New approach offers potential drug-discovery
Researchers find drug that may suppress
genetic mutation using a novel screening approach
BOSTON - April 18, 2004 - Researchers at Massachusetts General
Hospital (MGH) have developed a way of identifying promising new
drugs that may get around a major challenge in drug discovery. In
the May issue of Nature Biotechnology the team from the MGH Cardiovascular
Research Center (CVRC) describes using an animal model to screen
for a compound that suppresses a serious genetic mutation. Their
success did not rely on first identifying a molecular target for
the new drug, something that is a key bottleneck in current procedures.
The study is being released today on the journal's
"Currently most drugs are designed to act on a specific protein,
but for most diseases we still don't know what the protein targets
should be," says Randall Peterson, PhD, of the MGH CVRC, the
paper's lead author. "This is a totally different approach
that shows how, without knowing the best target, you can screen
for drugs that could reverse a disease and in the process learn
something new about the underlying biology."
The researchers started with embryos of zebrafish - a tiny tropical
fish used as a model of vertebrate development - with a mutation
called gridlock, which prevents the correct development of the circulatory
system in the lower portion of the body. A panel of these embryos
was exposed to a very diverse library of small molecules - 5,000
in all - to see if any would prevent expression of the gridlock
mutation. Two similar molecules were identified that suppressed
the mutation, allowing the embryos to develop normally. The one
that appeared more powerful, called GS4012, was chosen for further
The gridlock-suppressing effects of GS4012 were found to vary with
dosage, and no vascular abnormalities were seen at the doses studied.
Application of the compound appeared to be most effective at a developmental
stage right before and during the formation of major vascular structures.
Further experiments showed that GS4012 appears to promote the activity
of the angiogenesis factor VEGF and also induces the development
of vascular networks in cultured human vascular cells.
"We had a strain of fish with a very specific arterial defect,
and although we knew which gene was responsible, there was a lot
we didn't know about the molecular processes disrupted by that mutation,"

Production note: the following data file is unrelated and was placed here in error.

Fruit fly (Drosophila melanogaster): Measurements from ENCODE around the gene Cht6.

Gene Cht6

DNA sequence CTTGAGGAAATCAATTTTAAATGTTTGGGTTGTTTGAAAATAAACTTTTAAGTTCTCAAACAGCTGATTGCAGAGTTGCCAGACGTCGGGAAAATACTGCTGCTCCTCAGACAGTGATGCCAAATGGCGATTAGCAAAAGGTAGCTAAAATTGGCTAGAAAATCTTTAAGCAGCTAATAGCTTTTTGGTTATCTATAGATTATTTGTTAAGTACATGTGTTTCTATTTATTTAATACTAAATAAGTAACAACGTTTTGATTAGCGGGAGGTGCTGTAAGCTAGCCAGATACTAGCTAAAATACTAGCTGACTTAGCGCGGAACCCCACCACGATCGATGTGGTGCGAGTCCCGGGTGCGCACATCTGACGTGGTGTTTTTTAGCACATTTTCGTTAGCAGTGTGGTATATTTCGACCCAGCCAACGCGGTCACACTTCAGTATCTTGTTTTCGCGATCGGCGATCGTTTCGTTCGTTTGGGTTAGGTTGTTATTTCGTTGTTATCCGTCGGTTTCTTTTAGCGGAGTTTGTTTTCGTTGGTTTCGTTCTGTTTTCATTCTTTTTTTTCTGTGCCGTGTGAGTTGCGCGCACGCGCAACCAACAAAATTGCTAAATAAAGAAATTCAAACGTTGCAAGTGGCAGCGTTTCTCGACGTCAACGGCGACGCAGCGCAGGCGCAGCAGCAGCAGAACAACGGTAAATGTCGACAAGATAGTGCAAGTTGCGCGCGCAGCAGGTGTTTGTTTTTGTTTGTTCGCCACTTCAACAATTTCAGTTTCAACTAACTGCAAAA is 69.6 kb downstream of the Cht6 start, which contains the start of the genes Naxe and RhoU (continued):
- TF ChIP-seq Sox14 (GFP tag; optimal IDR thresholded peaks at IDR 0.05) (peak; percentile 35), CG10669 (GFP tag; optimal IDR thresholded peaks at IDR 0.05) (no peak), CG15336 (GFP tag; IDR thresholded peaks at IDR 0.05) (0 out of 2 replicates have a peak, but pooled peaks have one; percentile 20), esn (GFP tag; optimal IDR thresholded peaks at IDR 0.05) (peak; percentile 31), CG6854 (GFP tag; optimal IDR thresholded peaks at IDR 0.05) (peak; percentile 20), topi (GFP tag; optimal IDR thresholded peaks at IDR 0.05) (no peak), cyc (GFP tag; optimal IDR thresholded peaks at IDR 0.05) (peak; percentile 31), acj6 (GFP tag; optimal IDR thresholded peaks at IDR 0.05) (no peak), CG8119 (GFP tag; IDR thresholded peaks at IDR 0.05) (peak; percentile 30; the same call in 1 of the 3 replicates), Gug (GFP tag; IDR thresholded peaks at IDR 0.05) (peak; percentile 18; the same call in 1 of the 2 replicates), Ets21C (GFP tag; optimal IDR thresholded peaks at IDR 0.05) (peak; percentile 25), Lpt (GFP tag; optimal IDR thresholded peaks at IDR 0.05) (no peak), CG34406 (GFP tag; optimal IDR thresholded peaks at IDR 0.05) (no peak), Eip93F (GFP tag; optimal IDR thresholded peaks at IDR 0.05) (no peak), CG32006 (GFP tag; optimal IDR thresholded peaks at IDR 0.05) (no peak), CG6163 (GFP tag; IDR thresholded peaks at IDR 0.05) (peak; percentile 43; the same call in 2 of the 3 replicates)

says Peterson "We were able to find a compound that could reverse
the mutation and are hopeful that it will provide fundamental new
insights into vascular development and disease.
"While this molecule may eventually have clinical application
in promoting vascular growth after heart attack, stroke or injury,
this new way of identifying potential new drugs may have an even
greater impact," he adds. In addition to further studying the
mechanism behind the action of the gridlock suppressors they identified,
the research team hopes to apply this new drug-discovery approach
to other diseases.
In addition to Peterson, an assistant professor of Medicine at Harvard
Medical School, the research team includes senior author Mark Fishman,
MD, formerly director of the CVRC and chief of MGH Cardiology, now
president of the Novartis
Institutes for BioMedical Research; Stanley Shaw, MD, PhD, Travis
Peterson, David Milan, MD, and Calum MacRae, MB, ChB, of the MGH
CVRC; Tao Zhong, PhD, of Vanderbilt School of Medicine; and Stuart
Schreiber, PhD, of Howard Hughes Medical Institute at Harvard University.
The research was supported by grants from the National Institute
of Health, the Ned Sahin Research Fund for Supporting Developmental
Plasticity, and a research agreement with the Novartis Institutes
for BioMedical Research.
Massachusetts General Hospital, established in 1811, is the original
and largest teaching hospital of Harvard Medical School. The MGH
conducts the largest hospital-based research program in the United
States, with an annual research budget of more than $400 million
and major research centers in AIDS, cardiovascular research, cancer,
cutaneous biology, medical imaging, neurodegenerative disorders,
transplantation biology and photomedicine. In 1994, MGH and Brigham
and Women's Hospital joined to form Partners HealthCare System,
an integrated health care delivery system comprising the two academic
medical centers, specialty and community hospitals, a network of
physician groups, and nonacute and home health services.
Media Contact: Sue
McGreevey, MGH Public Affairs
Physician Referral Service: 1-800-388-4644
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